Boulder, Colorado, as so many other communities, is looking for "green" electric production.

By simply purchasing the privately managed utility, there is no guaranteed "green" to anyone. The only green will be the additional monies that will have to be paid if the company is not properly managed after the eminent domain proceeding.

The notion of private utilities providing service to local communities is that the utilities are to be properly managed in order to minimize costs, with fair and appropriate regulation by some type of regulatory commission. The notion that just because the city takes over a utility, everything will be spiffy, is simply misplaced.

The reality is that citizens want fairly priced and clean sources of energy to the extent possible. However, to use the notion that clean energy is required and only clean energy controlled by the government is required, thereby necessitating the acquisition of privately-controlled utilities, assures communities in the future that while the expense will be there, the "Green" may not be.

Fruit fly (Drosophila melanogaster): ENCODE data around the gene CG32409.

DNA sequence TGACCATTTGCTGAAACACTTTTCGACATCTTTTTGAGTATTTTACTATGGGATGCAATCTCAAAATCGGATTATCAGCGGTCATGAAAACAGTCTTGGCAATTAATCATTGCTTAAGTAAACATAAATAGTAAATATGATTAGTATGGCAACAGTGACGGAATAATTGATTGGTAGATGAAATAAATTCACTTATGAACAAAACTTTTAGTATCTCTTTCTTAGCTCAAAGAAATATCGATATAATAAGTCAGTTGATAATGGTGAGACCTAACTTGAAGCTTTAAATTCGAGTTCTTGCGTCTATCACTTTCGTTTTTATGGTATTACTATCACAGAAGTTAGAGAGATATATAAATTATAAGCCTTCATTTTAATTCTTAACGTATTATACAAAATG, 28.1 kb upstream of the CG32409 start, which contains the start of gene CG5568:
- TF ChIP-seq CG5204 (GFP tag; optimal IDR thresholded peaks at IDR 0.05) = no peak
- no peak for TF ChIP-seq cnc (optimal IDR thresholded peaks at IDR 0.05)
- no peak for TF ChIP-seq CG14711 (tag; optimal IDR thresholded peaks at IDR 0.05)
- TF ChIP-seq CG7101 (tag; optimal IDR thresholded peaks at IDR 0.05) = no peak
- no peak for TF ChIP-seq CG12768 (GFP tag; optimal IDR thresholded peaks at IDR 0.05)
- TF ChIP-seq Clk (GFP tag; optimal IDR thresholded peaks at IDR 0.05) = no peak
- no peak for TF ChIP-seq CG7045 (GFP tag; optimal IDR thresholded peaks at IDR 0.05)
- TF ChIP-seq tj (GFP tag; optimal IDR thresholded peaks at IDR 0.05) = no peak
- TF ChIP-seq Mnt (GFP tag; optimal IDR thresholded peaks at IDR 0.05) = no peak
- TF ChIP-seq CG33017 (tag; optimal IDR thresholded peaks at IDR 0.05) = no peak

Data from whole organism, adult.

http://www.govtech.com/e-government/Boulder-Colo-Likely-to-Adopt-Its-Own-Green-Utility.html

For the past decade, the people of Boulder, Colo., have pursued an elusive goal: getting more clean energy into their grid. To do so, they pushed and prodded utility company Xcel Energy to give them a say in electricity decisions…..
Under municipalization, cities take over utilities’ local electricity operations. They buy the wires, substations and meters, run the electrical grid and select which power plants will supply their power. Most Americans get electricity from mainly fossil fuel-generating plants, usually owned by large utilities. Breaking away theoretically gives cities freedom to add as much clean energy as is technically and financially possible.